Tonight, we’ll also introduce our $3.2M 2022 Capital Budget, which is part of our six-year Capital Plan for infrastructure improvements. The appropriations in 2022, to be funded by the issuance of bonds proposed in the introduction of tonight’s ordinance, will support road paving and drainage upgrades, DEP approved stream cleanings in Mindowaskin and Fairview, public safety items for the Fire and Police Departments, Town building enhancements, park improvements, DPW equipment, and the design phase for sanitary sewer pump stations.
We’ll also vote on a resolution to adopt a temporary capital budget, which is required as we are introducing our capital budget ordinance prior to the municipal budget being adopted.Resolutions
I also want to point out the resolution to defer local school tax, which is done annually in connection with the municipal budget, as the Town is the collector of taxes and the school and Town are on different fiscal years.
There is also a resolution to introduce and approve the 2022 Special Improvement District budget, which was approved by the SID/DWC Board of Directors and requires the same budget approval process as our municipal budget.
On a separate note, we’ll be voting on a resolution to urge the swift passage of S-330, a legislative bill that is currently in the State Senate to restore State Aid (in our case, Energy Tax Receipts) to municipalities. If this bill is to pass in its current form, it would produce significant additional revenue over the next five years for the Town. A copy of this resolution will be forwarded to our representatives in the State Assembly and State Senate, as well as to Governor Murphy’s office and the League of Municipalities.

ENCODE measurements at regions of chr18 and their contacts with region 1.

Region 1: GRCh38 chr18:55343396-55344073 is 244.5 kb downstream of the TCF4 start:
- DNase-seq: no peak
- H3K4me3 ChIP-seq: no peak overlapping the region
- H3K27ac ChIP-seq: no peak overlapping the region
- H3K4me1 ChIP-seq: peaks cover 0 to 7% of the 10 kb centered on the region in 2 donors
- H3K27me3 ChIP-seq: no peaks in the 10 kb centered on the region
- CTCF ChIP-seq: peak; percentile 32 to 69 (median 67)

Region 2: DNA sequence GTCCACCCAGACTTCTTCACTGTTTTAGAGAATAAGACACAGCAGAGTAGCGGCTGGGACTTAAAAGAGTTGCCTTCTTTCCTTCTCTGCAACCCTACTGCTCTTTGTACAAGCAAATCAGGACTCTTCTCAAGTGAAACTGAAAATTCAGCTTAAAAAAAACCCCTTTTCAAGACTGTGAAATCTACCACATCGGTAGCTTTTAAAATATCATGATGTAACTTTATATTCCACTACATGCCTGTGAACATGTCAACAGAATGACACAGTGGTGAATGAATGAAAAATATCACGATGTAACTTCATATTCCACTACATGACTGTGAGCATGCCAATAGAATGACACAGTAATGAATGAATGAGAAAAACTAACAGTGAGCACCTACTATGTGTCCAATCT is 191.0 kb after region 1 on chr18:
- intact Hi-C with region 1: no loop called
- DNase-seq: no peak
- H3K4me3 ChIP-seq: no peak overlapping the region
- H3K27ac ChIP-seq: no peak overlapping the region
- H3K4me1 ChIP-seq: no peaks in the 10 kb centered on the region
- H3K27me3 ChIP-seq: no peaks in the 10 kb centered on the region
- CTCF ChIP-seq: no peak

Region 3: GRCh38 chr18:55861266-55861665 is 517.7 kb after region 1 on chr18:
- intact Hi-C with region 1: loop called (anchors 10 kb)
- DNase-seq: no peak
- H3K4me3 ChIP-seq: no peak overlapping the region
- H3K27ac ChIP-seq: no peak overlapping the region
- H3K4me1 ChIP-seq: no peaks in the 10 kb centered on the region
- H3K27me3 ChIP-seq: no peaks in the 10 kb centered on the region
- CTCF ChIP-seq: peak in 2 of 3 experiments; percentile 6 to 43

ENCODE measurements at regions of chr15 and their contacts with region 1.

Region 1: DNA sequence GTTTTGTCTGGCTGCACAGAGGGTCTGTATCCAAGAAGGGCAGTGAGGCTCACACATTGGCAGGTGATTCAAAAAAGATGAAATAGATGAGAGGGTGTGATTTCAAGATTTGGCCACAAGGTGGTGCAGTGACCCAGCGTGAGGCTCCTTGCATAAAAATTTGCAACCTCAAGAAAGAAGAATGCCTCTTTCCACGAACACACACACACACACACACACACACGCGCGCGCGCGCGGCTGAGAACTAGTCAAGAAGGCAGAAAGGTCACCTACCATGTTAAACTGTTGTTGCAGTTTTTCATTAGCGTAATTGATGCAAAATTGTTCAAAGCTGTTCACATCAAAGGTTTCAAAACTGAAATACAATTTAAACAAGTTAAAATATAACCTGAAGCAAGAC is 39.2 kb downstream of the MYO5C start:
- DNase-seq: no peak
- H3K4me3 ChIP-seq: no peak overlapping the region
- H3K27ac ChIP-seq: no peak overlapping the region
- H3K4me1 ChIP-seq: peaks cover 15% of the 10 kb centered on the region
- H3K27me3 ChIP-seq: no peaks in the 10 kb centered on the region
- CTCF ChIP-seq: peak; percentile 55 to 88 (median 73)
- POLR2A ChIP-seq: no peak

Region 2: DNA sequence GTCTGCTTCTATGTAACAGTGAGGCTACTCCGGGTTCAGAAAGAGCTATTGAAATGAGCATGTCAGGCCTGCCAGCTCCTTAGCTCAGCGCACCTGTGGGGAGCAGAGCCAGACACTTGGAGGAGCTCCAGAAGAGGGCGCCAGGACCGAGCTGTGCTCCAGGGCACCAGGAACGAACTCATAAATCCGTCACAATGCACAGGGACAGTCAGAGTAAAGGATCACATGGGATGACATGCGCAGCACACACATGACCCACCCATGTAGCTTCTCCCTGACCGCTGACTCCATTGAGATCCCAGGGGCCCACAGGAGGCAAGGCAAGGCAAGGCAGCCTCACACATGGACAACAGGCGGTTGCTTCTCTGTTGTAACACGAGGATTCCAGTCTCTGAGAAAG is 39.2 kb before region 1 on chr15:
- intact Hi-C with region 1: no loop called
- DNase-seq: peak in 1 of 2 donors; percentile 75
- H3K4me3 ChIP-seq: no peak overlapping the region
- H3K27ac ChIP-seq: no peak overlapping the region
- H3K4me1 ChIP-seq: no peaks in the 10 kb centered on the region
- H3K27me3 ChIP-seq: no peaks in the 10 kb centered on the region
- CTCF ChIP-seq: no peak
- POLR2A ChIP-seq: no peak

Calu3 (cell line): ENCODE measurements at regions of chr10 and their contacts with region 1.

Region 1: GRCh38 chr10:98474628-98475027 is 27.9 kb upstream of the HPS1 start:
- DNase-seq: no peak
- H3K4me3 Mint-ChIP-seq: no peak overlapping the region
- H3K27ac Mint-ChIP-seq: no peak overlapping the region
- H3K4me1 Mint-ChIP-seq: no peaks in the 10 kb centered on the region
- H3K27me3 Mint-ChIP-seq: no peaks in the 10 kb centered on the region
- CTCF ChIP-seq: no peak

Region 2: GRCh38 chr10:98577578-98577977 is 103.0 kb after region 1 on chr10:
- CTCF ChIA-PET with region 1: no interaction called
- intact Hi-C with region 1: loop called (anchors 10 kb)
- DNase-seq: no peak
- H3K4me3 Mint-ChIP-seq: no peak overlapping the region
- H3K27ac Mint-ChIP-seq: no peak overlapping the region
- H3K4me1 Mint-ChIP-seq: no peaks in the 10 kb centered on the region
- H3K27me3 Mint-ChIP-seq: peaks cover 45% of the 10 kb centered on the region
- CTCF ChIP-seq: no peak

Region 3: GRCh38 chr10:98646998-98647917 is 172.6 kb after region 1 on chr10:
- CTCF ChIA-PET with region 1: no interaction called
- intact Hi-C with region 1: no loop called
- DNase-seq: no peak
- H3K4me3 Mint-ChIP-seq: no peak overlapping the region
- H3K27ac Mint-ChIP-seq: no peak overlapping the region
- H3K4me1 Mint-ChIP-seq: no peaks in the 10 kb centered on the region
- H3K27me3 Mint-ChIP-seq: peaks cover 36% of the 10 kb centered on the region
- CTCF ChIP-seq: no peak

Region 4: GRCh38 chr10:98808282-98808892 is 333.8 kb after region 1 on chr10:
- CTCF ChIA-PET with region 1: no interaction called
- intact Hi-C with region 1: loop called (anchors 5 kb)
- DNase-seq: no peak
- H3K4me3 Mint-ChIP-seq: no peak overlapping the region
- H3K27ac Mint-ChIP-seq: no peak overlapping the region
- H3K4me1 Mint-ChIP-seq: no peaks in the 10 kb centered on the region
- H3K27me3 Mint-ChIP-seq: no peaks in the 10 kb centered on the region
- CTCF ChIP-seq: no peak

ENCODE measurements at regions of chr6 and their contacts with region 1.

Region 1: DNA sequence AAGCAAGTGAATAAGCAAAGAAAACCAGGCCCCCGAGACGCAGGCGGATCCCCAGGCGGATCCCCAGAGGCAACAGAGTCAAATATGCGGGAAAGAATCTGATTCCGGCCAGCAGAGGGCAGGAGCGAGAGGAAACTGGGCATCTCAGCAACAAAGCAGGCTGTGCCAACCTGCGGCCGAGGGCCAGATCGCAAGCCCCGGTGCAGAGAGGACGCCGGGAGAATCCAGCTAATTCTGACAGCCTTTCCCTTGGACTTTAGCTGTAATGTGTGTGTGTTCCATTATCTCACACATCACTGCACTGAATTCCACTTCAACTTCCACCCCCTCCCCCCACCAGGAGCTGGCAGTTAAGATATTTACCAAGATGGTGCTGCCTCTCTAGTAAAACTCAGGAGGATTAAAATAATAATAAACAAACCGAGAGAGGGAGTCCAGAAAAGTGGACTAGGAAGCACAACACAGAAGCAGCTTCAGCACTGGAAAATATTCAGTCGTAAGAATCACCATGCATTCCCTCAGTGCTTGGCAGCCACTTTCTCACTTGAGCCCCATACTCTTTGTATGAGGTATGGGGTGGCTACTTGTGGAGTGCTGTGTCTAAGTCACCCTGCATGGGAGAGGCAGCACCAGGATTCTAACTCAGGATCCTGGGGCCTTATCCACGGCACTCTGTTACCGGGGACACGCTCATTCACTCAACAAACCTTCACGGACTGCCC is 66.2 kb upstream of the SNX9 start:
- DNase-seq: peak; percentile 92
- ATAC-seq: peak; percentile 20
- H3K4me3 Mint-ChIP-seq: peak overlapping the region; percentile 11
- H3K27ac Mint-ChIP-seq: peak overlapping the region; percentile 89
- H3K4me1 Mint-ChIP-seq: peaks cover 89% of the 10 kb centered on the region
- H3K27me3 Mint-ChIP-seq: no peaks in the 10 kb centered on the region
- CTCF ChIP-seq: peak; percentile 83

CODE REVIEW AND TOWN PROPERTY COMMITTEE ITEMS(Remarks by Councilwoman Mackey, Code Review & Town Property Committee Vice Chair)
Tonight we’re introducing an ordinance authorizing the consumption of alcoholic beverages outdoors in certain parts of our downtown, which stems from a recent State law adoption that allows municipalities to designate outdoor areas for this purpose. The open container areas established in this ordinance are the result of consultation with the Downtown Westfield Corporation, Town Clerk’s office, Police Chief, and the Code Review & Town Property Committee members, and include the sidewalks, parklets, and streets when they are closed to vehicular traffic for events on Quimby Street, East Broad from Prospect to Elm, and Elm Street from North Avenue to East Broad. Foundation Park and the area of Central Avenue near Quimby are also included when the Town or the DWC is sponsoring an event for the public in those areas, such as the annual Sweet Sounds Festival.
This legislation would allow residents and visitors to open and consume packaged alcoholic beverages in these areas, which have long been hubs of entertainment and activity, with additional foot traffic driven by the implementation of Open Quimby over the past two years. Adopting an open container law here will help further assist local businesses, and is consistent with the intent of the new legislation allowing consumers to purchase alcohol for individual consumption.
As you can see, we have many exciting developments materializing as we continue our long-term planning in our areas of priority to position us well for the future. We have a lot to cover tonight – with that, let’s get to work.